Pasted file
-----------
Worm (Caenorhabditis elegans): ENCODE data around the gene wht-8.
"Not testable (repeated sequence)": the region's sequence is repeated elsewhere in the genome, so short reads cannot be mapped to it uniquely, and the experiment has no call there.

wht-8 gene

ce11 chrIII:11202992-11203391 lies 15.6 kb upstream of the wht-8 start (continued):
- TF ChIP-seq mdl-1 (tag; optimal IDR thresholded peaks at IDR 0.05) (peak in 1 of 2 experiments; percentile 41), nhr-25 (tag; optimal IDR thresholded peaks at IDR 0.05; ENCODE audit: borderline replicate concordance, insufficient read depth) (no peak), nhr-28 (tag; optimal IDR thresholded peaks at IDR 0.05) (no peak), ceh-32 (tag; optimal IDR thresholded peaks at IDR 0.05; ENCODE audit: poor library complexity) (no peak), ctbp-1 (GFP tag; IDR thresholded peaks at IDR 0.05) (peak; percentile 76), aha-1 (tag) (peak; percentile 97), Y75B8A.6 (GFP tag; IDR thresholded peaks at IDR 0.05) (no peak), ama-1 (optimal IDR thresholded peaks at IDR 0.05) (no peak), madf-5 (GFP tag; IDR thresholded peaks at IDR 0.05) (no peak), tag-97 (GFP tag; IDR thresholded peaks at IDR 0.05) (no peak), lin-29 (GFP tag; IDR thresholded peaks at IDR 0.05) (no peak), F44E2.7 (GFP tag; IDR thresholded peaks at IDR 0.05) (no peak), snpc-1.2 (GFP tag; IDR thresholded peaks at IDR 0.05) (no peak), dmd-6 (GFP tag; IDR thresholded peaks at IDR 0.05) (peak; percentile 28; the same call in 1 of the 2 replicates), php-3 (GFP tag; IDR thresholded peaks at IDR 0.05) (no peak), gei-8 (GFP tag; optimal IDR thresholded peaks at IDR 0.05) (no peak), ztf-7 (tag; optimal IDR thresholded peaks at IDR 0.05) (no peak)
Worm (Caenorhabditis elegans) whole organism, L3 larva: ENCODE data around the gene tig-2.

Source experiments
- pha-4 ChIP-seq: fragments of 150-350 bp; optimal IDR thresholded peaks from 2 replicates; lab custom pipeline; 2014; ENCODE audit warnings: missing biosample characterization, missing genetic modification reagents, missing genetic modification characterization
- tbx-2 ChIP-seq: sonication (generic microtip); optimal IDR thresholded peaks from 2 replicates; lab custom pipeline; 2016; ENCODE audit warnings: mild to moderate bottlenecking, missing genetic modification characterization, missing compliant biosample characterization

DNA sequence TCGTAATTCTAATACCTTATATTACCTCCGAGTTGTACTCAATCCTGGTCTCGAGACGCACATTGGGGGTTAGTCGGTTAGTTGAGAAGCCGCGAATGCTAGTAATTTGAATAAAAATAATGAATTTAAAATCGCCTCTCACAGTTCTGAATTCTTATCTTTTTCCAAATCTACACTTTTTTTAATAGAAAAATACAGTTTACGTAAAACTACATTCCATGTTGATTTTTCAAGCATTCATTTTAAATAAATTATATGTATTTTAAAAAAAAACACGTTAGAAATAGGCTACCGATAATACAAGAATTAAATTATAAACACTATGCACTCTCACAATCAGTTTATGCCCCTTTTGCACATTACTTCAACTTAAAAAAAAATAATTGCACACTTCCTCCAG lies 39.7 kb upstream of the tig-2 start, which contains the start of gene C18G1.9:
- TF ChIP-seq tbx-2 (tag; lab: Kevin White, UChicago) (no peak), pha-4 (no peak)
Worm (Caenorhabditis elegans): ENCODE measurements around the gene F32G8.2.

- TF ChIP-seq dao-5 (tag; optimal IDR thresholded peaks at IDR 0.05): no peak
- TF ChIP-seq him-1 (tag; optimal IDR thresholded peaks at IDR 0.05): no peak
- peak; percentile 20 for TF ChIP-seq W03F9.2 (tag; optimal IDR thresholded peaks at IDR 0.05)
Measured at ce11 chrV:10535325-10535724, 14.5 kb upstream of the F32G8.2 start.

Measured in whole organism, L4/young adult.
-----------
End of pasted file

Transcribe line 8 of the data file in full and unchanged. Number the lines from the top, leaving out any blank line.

- pha-4 ChIP-seq: fragments of 150-350 bp; optimal IDR thresholded peaks from 2 replicates; lab custom pipeline; 2014; ENCODE audit warnings: missing biosample characterization, missing genetic modification reagents, missing genetic modification characterization